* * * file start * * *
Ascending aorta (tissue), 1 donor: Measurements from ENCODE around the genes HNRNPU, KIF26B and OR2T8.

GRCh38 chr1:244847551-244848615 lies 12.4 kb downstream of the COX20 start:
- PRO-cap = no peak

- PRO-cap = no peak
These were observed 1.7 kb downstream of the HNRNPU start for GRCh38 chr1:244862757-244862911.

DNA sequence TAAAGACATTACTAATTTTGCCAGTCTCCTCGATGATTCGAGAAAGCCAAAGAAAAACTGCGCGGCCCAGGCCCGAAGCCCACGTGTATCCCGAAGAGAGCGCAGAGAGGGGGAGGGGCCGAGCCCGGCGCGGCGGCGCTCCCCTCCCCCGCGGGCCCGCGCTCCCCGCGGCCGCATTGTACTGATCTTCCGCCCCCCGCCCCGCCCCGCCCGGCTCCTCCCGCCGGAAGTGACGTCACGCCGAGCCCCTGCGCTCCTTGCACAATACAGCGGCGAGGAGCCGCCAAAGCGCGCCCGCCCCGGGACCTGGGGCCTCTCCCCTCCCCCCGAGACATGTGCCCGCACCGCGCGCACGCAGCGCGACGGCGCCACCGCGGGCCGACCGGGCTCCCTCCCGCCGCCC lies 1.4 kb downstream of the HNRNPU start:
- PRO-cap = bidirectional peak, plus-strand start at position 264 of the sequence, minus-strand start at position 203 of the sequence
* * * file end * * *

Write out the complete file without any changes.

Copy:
Ascending aorta (tissue), 1 donor: Measurements from ENCODE around the genes HNRNPU, KIF26B and OR2T8.

GRCh38 chr1:244847551-244848615 lies 12.4 kb downstream of the COX20 start:
- PRO-cap = no peak

- PRO-cap = no peak
These were observed 1.7 kb downstream of the HNRNPU start for GRCh38 chr1:244862757-244862911.

DNA sequence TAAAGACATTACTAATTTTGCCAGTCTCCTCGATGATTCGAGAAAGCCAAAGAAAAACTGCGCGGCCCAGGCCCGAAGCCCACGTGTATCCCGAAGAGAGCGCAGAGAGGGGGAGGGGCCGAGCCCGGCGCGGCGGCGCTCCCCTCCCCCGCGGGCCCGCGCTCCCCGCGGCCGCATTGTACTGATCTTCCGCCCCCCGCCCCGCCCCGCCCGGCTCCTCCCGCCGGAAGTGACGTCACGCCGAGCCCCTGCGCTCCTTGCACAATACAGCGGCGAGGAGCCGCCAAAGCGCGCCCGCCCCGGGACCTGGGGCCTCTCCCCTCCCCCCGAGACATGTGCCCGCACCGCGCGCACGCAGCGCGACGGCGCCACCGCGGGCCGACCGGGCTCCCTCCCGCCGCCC lies 1.4 kb downstream of the HNRNPU start:
- PRO-cap = bidirectional peak, plus-strand start at position 264 of the sequence, minus-strand start at position 203 of the sequence